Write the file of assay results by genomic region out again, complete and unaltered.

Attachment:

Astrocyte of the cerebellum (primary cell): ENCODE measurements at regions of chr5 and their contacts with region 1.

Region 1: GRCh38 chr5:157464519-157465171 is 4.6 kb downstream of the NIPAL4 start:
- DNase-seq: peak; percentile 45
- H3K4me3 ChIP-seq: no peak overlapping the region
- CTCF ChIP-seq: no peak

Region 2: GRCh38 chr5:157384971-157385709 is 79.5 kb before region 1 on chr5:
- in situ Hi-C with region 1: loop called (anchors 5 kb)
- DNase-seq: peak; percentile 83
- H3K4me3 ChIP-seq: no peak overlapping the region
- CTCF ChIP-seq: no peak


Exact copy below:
Astrocyte of the cerebellum (primary cell): ENCODE measurements at regions of chr5 and their contacts with region 1.

Region 1: GRCh38 chr5:157464519-157465171 is 4.6 kb downstream of the NIPAL4 start:
- DNase-seq: peak; percentile 45
- H3K4me3 ChIP-seq: no peak overlapping the region
- CTCF ChIP-seq: no peak

Region 2: GRCh38 chr5:157384971-157385709 is 79.5 kb before region 1 on chr5:
- in situ Hi-C with region 1: loop called (anchors 5 kb)
- DNase-seq: peak; percentile 83
- H3K4me3 ChIP-seq: no peak overlapping the region
- CTCF ChIP-seq: no peak